NCPA - National Center for Policy Analysis

Internet Health Plans Give Consumers More Choice

July 10, 2000

The Internet business boom is expanding the health care market with new companies offering online health care products such as managed care, flexible spending accounts and medical savings accounts (MSAs). One company estimates the new online products will cut 18 to 20 percent from the administrative costs of regular health products.

Minneapolis company Vivius, Inc., is launching an Internet-based system where providers set their own rates and consumers build their own health plans based on their individual needs.

  • The new program is based on specific contributions for health expenses by employers, called "defined contributions," to special accounts for these expenses, called flexible spending accounts.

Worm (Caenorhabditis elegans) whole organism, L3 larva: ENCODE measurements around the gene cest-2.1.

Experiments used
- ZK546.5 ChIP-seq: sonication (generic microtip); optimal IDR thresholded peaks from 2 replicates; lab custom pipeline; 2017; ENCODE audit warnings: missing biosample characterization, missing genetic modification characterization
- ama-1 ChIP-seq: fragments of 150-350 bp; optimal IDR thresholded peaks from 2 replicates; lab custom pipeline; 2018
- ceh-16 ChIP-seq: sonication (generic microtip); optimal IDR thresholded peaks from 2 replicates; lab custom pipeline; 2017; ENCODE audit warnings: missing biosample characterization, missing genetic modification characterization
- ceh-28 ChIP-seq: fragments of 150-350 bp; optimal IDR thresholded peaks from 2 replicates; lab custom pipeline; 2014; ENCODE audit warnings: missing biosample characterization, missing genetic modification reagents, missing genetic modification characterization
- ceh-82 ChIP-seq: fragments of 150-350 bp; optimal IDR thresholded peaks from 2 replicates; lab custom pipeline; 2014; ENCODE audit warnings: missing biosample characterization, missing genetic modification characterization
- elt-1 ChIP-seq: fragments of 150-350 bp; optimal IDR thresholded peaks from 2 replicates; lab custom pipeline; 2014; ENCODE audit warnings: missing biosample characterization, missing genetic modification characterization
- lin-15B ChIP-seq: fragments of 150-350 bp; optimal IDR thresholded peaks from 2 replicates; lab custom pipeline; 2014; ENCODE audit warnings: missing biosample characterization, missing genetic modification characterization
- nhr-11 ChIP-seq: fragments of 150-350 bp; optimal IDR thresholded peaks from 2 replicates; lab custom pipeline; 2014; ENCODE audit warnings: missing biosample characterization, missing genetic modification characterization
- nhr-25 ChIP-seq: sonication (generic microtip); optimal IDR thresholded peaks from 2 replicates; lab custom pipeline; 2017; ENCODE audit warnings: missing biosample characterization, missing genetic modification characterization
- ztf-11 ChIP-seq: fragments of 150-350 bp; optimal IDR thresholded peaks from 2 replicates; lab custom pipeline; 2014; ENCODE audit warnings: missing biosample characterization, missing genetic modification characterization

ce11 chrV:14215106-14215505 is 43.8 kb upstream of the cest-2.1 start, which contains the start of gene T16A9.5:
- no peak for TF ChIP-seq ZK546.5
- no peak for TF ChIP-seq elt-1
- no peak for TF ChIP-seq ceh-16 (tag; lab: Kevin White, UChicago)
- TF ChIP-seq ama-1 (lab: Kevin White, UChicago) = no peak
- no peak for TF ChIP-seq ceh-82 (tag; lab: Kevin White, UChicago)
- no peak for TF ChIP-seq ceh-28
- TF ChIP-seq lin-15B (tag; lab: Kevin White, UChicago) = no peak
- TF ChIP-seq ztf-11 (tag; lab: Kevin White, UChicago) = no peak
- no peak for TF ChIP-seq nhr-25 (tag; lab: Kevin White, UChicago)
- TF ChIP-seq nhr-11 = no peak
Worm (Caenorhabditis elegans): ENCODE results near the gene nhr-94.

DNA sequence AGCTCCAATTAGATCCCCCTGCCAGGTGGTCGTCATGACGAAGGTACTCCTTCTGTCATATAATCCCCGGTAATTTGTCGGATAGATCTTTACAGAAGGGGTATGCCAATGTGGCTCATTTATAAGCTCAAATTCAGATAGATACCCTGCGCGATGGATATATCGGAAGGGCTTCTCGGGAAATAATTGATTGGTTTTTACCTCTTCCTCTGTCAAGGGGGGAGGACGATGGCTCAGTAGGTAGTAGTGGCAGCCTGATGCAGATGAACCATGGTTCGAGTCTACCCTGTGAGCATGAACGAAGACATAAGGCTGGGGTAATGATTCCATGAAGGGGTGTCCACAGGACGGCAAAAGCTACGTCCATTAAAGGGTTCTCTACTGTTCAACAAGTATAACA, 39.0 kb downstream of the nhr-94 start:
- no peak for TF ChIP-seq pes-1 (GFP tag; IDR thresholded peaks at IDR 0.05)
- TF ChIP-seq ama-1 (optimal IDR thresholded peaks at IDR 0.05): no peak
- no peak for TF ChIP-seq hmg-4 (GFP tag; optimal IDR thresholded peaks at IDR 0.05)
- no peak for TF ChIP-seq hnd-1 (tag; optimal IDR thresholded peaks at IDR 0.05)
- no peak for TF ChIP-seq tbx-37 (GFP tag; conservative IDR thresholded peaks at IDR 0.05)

• Participants in the program are required to also purchase an umbrella or catastrophic health policy to cover expenses excluded under the plan or in emergency circumstances.

HealtheCare, another Minneapolis company, is introducing a similar product. It is also distributing medical information to participants and physicians to better educate both on health issues.

  • Instead of a flexible spending account, this plan is based on pretax contributions by employers to MSAs for health expenses.
  • The plan allows for the rollover of unused funds from year to year, discouraging overuse of the system simply to "get one's money's worth."
  • Unlike Vivius, Healthecare does not require an umbrella policy; however, the plan is dependent on the repeal of the current cap on the number of MSAs by Congress.

The Vivius and HealtheCare plans are scheduled to become available in fall 2000.

Source: "Internet-Based Health Plans to Address Industry Trends, Cut Out Middleman," and "'E-Health Plan' Would Integrate MSA Concept With Internet Technology," May 15, 2000, BNA's Health Policy Report.


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